What We Can Learn from Europeans: Part 1
Guess what? There’s a whole world outside the United States of America. And here’s the shocker: They pay attention to us. They get up in the middle of the night to watch presidential debates. They express opinions about how we handle issues such as gun control and women’s rights.
It’s no secret that taxes in the European Union are high. A guide in the Netherlands told us that taxes can be as high as 50% of a worker’s wages. I’ll pause here while you gasp….. Then, I’ll ask if you would be willing to pay more upfront for so many things you are now paying for “on the sly.” Besides income tax, how about state tax, sales tax, insurance deductibles, prescription co-pays, education, social security, etc. You can probably think of more. Ever add all those up?
It Happened in Bruges…
In Bruges, I climbed the famous 366-step bell tower. About two-thirds of the way up, I paused to catch my breath, and photograph the carillon player. As the musician pounded away with his fists, creating amazing melodies, another traveler shared the narrow stair with me. We jostled a little, exchanging spots. He only said, “Sorry” in a heavy accent, so I assumed he spoke little English. We both made our separate ways to the top of the tower.
Walking around, admiring the view, I noticed city names carved on the stone ledges. Each city had the distance from Bruges next to its name, and an arrow indicating its direction from the bell tower; Amsterdam was 180 kilometers away. The man strolled over about that time. Knowing he was a fellow photographer, I pointed out my discovery. He thanked me in English, asked where I was from. America, I said, still keeping my answers simple. Then, he surprised me. “My friends say, never talk religion or politics. But I must ask you something politics, please.” Sure, I said, ask away. “Why not Americans want to have universal health care? Why not they want to provide for all? Why they are so afraid?”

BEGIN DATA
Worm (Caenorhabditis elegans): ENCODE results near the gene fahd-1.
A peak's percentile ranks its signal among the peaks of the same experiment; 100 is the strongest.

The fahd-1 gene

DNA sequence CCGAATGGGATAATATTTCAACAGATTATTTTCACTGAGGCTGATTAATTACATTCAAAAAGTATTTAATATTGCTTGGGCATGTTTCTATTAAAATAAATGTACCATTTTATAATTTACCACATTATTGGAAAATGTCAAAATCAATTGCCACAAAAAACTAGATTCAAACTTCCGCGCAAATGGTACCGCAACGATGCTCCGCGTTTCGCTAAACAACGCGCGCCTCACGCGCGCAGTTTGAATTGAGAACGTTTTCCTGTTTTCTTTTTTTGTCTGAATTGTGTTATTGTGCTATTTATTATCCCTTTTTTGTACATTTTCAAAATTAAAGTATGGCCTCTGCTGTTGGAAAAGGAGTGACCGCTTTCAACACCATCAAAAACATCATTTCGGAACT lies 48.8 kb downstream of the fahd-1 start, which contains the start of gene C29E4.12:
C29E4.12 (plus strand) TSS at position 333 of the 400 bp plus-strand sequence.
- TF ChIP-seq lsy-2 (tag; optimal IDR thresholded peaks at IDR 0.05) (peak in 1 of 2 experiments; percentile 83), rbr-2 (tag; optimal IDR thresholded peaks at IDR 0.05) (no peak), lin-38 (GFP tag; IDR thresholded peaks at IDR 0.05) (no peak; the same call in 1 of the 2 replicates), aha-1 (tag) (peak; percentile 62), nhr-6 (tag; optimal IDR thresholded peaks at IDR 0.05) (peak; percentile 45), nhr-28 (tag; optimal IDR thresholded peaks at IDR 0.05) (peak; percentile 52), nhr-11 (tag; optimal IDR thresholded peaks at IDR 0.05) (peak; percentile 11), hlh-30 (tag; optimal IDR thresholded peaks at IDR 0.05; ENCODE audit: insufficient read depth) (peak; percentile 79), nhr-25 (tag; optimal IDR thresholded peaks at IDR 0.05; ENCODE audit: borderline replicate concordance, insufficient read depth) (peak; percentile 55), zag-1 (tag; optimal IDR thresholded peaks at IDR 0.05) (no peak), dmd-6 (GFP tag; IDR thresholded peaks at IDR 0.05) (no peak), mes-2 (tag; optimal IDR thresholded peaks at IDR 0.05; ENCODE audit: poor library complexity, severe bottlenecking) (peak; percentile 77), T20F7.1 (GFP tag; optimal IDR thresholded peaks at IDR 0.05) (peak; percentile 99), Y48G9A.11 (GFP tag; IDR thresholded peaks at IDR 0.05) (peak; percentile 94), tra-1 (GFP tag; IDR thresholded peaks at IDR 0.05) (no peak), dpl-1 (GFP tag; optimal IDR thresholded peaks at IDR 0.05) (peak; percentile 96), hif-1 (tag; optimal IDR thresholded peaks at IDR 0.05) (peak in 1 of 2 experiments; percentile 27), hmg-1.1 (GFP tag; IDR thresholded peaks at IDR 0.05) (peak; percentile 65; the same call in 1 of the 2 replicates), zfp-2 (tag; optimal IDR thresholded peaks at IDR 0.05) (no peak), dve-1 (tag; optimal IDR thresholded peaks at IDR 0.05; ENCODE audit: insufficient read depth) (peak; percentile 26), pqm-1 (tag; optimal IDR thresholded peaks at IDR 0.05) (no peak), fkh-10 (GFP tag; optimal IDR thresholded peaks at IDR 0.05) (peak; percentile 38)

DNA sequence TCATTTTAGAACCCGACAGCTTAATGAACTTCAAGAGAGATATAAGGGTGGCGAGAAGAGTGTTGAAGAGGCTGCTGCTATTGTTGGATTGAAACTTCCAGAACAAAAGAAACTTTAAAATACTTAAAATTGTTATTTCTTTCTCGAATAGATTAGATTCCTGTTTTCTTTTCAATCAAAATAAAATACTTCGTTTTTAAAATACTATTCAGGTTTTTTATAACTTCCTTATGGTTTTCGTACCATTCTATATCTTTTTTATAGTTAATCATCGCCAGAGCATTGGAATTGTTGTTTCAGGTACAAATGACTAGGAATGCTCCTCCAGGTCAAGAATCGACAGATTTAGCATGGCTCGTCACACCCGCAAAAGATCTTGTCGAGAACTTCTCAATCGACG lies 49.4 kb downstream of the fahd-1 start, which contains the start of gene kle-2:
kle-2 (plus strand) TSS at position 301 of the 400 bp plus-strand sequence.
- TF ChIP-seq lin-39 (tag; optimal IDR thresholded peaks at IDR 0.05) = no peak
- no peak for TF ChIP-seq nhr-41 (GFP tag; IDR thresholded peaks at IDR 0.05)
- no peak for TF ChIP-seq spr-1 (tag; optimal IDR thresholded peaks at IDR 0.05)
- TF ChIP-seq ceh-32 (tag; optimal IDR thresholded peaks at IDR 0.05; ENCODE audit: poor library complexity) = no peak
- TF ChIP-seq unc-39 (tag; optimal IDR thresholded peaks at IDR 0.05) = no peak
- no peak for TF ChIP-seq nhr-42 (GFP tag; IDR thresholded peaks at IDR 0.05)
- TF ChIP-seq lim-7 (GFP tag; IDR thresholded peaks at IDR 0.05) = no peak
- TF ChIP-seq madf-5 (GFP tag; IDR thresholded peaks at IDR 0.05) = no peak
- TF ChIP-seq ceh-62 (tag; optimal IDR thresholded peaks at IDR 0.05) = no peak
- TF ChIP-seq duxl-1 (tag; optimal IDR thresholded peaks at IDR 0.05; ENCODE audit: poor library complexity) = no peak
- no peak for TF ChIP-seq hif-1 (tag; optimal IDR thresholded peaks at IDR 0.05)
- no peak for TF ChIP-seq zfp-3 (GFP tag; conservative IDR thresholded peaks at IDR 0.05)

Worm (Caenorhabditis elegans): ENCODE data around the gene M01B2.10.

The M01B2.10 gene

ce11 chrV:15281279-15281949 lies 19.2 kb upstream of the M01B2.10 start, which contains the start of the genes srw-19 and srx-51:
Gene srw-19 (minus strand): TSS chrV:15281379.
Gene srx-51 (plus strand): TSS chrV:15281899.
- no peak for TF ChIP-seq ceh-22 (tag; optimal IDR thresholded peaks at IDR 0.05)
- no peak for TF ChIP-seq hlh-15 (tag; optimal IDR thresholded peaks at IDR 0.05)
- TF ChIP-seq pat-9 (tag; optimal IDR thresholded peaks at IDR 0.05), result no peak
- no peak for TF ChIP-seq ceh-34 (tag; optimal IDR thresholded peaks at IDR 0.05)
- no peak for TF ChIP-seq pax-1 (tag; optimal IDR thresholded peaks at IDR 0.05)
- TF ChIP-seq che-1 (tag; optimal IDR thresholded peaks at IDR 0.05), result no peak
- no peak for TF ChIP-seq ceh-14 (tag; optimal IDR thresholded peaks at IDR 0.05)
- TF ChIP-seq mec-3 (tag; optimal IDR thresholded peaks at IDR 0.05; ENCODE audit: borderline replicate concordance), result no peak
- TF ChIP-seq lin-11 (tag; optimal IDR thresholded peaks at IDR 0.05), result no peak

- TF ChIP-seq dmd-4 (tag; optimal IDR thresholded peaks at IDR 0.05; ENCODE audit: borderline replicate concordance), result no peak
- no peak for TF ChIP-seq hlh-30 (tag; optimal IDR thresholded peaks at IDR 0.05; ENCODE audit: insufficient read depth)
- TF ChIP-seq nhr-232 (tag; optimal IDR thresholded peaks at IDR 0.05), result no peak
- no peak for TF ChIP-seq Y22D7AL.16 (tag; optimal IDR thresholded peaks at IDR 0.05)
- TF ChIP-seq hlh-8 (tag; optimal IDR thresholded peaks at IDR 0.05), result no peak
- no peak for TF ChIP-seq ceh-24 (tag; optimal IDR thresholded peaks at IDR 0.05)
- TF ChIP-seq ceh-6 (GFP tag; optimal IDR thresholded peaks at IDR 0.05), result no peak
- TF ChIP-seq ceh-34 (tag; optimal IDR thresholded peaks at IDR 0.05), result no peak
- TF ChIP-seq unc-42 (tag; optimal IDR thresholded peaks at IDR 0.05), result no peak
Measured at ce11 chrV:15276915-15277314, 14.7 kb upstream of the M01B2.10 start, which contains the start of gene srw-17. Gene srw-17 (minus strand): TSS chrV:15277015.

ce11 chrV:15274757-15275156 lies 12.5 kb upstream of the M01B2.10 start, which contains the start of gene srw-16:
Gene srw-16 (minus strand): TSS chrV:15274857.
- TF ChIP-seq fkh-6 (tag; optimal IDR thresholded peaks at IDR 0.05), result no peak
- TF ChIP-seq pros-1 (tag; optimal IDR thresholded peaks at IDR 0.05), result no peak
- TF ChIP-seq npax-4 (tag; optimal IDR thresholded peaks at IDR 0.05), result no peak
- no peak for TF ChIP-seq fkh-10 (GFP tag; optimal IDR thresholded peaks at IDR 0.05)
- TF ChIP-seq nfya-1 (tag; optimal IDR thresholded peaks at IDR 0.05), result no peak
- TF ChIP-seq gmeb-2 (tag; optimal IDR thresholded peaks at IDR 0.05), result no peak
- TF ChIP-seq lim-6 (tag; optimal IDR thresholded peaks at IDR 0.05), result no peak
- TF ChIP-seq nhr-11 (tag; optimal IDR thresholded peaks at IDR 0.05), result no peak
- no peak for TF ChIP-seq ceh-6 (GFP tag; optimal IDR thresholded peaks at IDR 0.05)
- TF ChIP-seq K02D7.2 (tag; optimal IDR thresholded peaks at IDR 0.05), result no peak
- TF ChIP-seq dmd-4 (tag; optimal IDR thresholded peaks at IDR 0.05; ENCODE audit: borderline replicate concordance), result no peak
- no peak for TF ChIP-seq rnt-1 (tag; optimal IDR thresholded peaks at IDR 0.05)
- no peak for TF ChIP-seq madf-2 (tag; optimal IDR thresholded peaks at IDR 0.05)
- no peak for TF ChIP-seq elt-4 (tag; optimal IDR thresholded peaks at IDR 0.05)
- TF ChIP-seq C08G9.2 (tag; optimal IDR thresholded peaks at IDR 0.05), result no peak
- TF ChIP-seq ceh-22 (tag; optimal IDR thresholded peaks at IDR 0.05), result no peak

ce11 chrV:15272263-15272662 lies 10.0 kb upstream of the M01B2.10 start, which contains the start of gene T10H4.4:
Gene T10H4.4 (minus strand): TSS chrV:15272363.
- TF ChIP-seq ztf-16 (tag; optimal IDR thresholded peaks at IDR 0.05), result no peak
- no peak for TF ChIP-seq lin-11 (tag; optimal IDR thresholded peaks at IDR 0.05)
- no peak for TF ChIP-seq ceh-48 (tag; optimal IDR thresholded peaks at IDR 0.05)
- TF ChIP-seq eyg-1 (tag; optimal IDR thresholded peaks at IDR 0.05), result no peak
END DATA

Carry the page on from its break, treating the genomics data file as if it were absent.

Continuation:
What could I respond? I agreed with him. Yes, absolutely, we should take care of everyone. Yes, health care should not be tied to full-time employment. Yes, it was too costly, and would remain out of control, unless we finally took action. I shook my head sadly. I had no wise answer for this man, who was eager to talk to a real American, and who was curious to learn what makes Americans tick. I don’t know, either, I told him. I felt as if I’d let him down.
He went on. Had I watched President Obama’s speech to Congress? What did I think of the hecklers, especially that guy from South Carolina? Congressman Joe Wilson had apologized, but wasn’t the damage done? …Okay, now I’m getting a little embarrassed. I offered the weak excuse that I’d been traveling, so I hadn’t followed the news. Then again, he’d been traveling as well. He had stayed informed, and knew more about current events than I did at that point. A total stranger, on the top of the Bruges bell tower, understood more than the average American.
Europeans Are World-Savvy
Europeans watch American news, read about it in their newspapers. They follow our elections closely. During my trip to Sicily, our guide warned us that we would be asked about the Trump win; they don’t understand how it happened. They study our issues. They seem to grasp that we’re all in this together now. They are very clear that what we do affects them, too. Truthfully, it affects the entire world.
Imagine, a European man knows the name of the politician from South Carolina. Quick: Can you name three leaders in Europe, let alone someone, anyone, in Parliament? How about the new British Prime Minister? I didn’t think so. I can, only because I read a London paper during my layover in Heathrow Airport.
“Travel is fatal to prejudice, bigotry, and narrow-mindedness” wrote Mark Twain. How true. It’s dangerous to have such narrow views, to think that only what we think and do matter, without concern for bigger consequences. Even more dangerous to think that keeping up with Taylor Swift’s love life or the Kardashian Klan is more important than health care for all our citizens.